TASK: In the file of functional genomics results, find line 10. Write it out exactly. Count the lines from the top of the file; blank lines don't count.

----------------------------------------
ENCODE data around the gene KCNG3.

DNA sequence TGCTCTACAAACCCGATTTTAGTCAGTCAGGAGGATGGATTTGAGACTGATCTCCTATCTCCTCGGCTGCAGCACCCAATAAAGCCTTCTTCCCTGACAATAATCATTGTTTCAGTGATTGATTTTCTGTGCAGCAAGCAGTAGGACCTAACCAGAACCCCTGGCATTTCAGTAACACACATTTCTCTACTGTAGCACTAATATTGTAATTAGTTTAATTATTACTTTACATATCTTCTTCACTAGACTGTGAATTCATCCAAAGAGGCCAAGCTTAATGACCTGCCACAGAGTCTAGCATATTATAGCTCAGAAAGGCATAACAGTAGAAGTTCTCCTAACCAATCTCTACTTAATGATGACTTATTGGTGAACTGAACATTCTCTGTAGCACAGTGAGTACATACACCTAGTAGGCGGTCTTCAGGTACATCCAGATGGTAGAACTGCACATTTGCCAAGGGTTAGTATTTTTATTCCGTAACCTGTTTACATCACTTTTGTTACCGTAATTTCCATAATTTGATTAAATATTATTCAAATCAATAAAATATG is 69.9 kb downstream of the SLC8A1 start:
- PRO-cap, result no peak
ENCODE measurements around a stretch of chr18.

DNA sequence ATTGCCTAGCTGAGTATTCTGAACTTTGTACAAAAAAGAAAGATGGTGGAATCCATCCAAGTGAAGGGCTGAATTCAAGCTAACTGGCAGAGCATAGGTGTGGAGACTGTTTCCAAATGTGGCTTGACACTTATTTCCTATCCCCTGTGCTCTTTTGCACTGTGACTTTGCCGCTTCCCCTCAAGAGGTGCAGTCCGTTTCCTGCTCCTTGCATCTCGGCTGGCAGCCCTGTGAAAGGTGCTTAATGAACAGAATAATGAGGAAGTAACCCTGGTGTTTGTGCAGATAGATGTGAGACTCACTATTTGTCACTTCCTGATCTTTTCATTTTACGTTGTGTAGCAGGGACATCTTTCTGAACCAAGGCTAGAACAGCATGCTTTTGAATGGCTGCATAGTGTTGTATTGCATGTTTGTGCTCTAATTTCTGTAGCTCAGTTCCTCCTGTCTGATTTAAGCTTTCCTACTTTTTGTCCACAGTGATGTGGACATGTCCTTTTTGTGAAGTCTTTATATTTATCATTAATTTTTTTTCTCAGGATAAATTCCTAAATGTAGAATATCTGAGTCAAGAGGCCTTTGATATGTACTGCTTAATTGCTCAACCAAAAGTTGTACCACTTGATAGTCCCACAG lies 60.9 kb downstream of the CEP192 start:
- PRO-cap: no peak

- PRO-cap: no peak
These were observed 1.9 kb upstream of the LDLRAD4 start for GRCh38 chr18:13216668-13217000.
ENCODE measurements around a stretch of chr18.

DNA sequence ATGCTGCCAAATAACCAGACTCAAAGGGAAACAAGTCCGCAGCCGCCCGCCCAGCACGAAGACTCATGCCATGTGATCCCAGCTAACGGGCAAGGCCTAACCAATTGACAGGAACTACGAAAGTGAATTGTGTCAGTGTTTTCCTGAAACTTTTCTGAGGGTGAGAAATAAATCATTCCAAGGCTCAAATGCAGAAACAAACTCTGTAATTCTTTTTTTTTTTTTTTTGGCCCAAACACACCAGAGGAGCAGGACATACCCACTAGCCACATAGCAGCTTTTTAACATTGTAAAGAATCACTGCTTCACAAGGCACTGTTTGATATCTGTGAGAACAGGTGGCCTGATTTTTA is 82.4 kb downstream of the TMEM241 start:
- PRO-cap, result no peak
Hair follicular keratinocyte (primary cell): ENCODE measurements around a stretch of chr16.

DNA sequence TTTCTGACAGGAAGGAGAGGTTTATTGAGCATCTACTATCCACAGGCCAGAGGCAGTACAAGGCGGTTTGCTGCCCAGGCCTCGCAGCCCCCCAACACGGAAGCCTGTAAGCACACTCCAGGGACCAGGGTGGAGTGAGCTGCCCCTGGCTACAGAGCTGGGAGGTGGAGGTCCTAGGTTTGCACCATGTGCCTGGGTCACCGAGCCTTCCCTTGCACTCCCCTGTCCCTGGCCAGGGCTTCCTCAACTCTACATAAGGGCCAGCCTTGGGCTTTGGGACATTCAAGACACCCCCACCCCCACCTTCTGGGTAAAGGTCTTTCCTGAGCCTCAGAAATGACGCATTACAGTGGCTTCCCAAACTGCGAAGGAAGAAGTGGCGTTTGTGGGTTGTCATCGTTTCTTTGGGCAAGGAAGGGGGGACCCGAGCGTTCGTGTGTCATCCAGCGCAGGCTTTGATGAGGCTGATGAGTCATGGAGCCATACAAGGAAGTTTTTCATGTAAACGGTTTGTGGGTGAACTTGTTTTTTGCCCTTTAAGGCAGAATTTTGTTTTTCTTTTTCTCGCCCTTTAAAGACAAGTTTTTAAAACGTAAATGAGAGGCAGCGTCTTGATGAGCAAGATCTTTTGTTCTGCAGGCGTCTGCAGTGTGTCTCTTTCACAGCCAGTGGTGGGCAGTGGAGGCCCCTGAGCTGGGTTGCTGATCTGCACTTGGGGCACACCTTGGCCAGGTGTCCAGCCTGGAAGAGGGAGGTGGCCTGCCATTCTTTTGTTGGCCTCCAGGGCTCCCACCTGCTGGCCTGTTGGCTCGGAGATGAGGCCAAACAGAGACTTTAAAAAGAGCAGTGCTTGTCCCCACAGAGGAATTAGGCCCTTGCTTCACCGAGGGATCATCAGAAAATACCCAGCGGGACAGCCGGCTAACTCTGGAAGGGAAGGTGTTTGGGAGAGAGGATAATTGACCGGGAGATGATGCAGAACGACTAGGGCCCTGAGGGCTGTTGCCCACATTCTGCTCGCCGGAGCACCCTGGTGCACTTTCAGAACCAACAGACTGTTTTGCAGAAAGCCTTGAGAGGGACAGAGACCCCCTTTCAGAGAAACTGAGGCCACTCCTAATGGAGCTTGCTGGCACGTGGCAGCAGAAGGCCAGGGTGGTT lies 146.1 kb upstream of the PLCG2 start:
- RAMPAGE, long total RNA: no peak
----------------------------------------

DNA sequence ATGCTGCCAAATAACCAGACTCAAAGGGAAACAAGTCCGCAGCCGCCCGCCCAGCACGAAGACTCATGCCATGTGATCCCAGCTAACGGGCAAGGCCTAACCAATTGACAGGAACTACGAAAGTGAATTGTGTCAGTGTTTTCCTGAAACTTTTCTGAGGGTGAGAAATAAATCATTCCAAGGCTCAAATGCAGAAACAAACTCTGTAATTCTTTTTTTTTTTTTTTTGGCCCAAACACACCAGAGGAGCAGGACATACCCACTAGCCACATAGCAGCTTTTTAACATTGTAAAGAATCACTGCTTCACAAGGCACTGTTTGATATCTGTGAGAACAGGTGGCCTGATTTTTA is 82.4 kb downstream of the TMEM241 start: